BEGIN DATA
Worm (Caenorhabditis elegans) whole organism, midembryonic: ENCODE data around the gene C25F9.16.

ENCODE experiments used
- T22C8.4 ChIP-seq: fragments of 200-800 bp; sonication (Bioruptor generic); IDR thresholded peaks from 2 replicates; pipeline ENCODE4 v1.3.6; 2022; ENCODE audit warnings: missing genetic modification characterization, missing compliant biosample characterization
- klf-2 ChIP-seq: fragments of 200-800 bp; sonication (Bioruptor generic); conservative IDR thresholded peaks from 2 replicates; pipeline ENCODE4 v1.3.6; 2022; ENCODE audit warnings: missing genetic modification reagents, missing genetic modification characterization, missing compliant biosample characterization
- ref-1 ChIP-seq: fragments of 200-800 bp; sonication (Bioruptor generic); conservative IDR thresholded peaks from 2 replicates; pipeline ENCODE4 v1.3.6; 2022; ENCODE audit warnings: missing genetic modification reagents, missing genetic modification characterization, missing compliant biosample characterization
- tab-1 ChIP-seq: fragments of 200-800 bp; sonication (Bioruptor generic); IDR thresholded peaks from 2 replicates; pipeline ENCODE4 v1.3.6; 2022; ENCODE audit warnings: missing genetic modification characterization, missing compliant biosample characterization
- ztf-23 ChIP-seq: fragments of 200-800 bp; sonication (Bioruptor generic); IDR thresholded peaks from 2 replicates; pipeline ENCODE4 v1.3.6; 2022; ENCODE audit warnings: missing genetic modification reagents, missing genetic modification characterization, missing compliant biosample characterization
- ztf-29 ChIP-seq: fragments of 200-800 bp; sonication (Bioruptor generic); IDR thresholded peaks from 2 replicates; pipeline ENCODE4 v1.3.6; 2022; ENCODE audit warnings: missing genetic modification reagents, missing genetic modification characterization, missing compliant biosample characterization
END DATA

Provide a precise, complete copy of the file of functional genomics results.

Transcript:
Worm (Caenorhabditis elegans) whole organism, midembryonic: ENCODE data around the gene C25F9.16.

ENCODE experiments used
- T22C8.4 ChIP-seq: fragments of 200-800 bp; sonication (Bioruptor generic); IDR thresholded peaks from 2 replicates; pipeline ENCODE4 v1.3.6; 2022; ENCODE audit warnings: missing genetic modification characterization, missing compliant biosample characterization
- klf-2 ChIP-seq: fragments of 200-800 bp; sonication (Bioruptor generic); conservative IDR thresholded peaks from 2 replicates; pipeline ENCODE4 v1.3.6; 2022; ENCODE audit warnings: missing genetic modification reagents, missing genetic modification characterization, missing compliant biosample characterization
- ref-1 ChIP-seq: fragments of 200-800 bp; sonication (Bioruptor generic); conservative IDR thresholded peaks from 2 replicates; pipeline ENCODE4 v1.3.6; 2022; ENCODE audit warnings: missing genetic modification reagents, missing genetic modification characterization, missing compliant biosample characterization
- tab-1 ChIP-seq: fragments of 200-800 bp; sonication (Bioruptor generic); IDR thresholded peaks from 2 replicates; pipeline ENCODE4 v1.3.6; 2022; ENCODE audit warnings: missing genetic modification characterization, missing compliant biosample characterization
- ztf-23 ChIP-seq: fragments of 200-800 bp; sonication (Bioruptor generic); IDR thresholded peaks from 2 replicates; pipeline ENCODE4 v1.3.6; 2022; ENCODE audit warnings: missing genetic modification reagents, missing genetic modification characterization, missing compliant biosample characterization
- ztf-29 ChIP-seq: fragments of 200-800 bp; sonication (Bioruptor generic); IDR thresholded peaks from 2 replicates; pipeline ENCODE4 v1.3.6; 2022; ENCODE audit warnings: missing genetic modification reagents, missing genetic modification characterization, missing compliant biosample characterization